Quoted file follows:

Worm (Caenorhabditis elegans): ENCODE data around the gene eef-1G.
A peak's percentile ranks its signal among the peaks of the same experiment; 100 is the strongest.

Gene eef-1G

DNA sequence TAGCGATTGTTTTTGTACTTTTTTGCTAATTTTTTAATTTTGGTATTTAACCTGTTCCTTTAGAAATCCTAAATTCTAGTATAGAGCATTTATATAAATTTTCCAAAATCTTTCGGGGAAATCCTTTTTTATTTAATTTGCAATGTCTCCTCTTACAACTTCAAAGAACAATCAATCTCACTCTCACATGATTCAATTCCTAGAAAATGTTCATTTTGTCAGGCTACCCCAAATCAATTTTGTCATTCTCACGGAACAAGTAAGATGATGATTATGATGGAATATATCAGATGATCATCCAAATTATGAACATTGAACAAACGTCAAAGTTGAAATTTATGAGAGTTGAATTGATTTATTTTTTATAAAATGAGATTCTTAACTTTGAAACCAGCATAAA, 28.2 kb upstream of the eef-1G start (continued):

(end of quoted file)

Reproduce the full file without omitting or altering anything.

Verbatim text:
Worm (Caenorhabditis elegans): ENCODE data around the gene eef-1G.
A peak's percentile ranks its signal among the peaks of the same experiment; 100 is the strongest.

Gene eef-1G

DNA sequence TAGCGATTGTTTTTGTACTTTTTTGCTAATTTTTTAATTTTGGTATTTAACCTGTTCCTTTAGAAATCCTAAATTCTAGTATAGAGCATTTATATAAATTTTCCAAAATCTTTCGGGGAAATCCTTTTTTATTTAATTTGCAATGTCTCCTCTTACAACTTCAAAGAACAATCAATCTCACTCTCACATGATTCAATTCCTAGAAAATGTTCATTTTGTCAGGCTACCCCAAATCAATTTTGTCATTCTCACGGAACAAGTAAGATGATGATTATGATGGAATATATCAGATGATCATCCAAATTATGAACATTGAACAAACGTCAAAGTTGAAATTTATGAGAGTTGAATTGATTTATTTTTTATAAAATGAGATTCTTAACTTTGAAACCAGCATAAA, 28.2 kb upstream of the eef-1G start (continued):